People typically use three adjectives to describe modern full-size pickups: Burly, big, and bold. Ram wants to add one more to the list: sophisticated.
The trend that started with the 1500-series pickups continues with the 2019 Ram Heavy Duty 2500 and 3500. The two trucks bring a new level of interior refinement and helpful technology to the lineup, which coupled with more power and almost absurd towing capacity give the trucks brains and brawn.
At first glance, you might not notice much difference from last year’s models. You can still get these big trucks with a regular, crew, or “mega” cab and a bed that measures 6 feet 4 inches or 8 feet long. The wheelbase remains the same, and the body is only an inch or so longer. The grille is 30 percent bigger, and a sleeker front end improves aerodynamics. You can still get the optional (and handy) RamBox lockable bedside compartments and a power tailgate, but Ram didn’t see fit to give the 2500 or 3500 the 1500’s slick multipurpose tailgate that can open like a pair of barn doors. Bummer.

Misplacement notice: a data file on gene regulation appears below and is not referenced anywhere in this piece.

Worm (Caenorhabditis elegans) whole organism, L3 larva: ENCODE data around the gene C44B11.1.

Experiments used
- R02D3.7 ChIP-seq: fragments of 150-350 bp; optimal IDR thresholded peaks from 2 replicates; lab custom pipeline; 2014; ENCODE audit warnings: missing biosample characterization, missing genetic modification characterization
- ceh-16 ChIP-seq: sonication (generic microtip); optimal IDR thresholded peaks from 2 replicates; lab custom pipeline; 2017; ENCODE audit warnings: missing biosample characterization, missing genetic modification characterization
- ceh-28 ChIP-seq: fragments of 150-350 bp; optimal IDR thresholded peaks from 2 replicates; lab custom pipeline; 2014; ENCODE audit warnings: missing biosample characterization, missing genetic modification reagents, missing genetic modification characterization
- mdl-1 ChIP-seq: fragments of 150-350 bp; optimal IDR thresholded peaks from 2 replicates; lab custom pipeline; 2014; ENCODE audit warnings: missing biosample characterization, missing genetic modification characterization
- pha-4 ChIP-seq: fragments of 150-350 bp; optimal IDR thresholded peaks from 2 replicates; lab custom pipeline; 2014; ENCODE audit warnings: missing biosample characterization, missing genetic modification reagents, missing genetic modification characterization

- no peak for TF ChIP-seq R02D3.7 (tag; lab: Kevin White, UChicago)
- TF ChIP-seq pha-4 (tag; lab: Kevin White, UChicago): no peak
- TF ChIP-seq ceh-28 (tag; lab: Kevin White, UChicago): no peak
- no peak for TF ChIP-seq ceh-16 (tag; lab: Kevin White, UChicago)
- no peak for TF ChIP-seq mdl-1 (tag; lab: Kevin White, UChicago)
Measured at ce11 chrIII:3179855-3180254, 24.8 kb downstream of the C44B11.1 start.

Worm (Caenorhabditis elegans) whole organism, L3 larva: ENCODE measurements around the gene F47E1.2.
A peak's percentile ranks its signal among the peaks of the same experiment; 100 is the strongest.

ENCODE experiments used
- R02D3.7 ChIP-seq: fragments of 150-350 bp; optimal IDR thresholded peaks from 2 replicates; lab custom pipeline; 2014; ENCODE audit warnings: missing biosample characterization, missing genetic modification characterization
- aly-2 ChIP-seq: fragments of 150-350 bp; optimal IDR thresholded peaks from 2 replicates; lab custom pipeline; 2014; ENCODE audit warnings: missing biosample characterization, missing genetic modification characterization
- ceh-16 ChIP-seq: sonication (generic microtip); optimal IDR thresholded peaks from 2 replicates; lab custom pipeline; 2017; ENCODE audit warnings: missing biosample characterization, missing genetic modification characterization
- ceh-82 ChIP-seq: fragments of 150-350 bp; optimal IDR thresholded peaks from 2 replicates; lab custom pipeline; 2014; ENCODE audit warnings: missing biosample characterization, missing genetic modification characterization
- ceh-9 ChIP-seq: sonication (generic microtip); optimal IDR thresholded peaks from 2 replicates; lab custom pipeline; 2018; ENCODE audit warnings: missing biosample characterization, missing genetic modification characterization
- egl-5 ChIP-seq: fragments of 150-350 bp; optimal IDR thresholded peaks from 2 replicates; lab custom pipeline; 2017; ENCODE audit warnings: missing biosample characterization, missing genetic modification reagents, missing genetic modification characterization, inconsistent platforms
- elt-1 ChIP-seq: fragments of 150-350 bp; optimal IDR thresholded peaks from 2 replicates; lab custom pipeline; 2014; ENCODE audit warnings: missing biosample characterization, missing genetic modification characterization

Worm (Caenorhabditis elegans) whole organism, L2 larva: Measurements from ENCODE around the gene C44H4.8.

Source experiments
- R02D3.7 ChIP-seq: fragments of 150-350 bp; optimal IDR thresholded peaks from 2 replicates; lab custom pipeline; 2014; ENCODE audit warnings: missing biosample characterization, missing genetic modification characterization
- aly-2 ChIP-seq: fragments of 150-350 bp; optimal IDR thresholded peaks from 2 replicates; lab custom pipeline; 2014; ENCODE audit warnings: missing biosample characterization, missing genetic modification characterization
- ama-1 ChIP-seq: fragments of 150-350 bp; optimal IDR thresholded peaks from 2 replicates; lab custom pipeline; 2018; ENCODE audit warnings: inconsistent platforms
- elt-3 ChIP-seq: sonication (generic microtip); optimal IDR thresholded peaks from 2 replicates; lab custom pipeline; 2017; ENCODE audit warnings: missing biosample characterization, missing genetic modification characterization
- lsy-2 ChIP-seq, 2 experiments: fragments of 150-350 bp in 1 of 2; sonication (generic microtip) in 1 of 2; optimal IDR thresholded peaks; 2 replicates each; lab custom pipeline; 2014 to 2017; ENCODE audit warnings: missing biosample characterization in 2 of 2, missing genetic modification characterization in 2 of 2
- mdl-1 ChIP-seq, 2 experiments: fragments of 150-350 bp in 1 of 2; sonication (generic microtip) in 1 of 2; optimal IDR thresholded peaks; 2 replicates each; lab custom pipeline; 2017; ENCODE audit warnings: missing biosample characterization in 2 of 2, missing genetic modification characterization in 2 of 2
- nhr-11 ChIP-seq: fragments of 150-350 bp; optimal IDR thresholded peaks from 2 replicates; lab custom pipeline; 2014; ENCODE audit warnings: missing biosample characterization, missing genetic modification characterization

The changes are a little more noticeable under the hood. With the diesel engines in heavy-duty trucks regularly cresting 900 lb-ft of torque, it seemed all but inevitable that someone would hit 1000. Ram’s done it with the 6.7-liter Cummins High-Output inline-six, which also makes 400 horsepower, up from the 385 available last year. That beast of an engine is available only in the 3500, but the standard-output 6.7-liter Cummins available in any Ram Heavy-Duty truck is good for 370 horses and 850 lb-ft, up from 800. Not at all shabby. Both diesels use a six-speed auto box.
Want a gasoline engine instead? No problem. The 410-horsepower 6.4-liter Hemi V-8 returns as the standard engine, mated to an eight-speed automatic. The engine offers 429 lb-feet of grunt.
Ram got more than a little attention, if not skepticism, when it announced that a 3500 with the High-Output diesel could tow 35,100 pounds, topping Ford’s Super Duty by 100 pounds. A few weeks later, Chevrolet unveiled the 2020 Silverado HD and claimed it could haul 35,500. It seems the horsepower wars have given way to the towing wars, but it’s all more than a little academic, given that most states require a commercial driver’s license to haul that kind of load.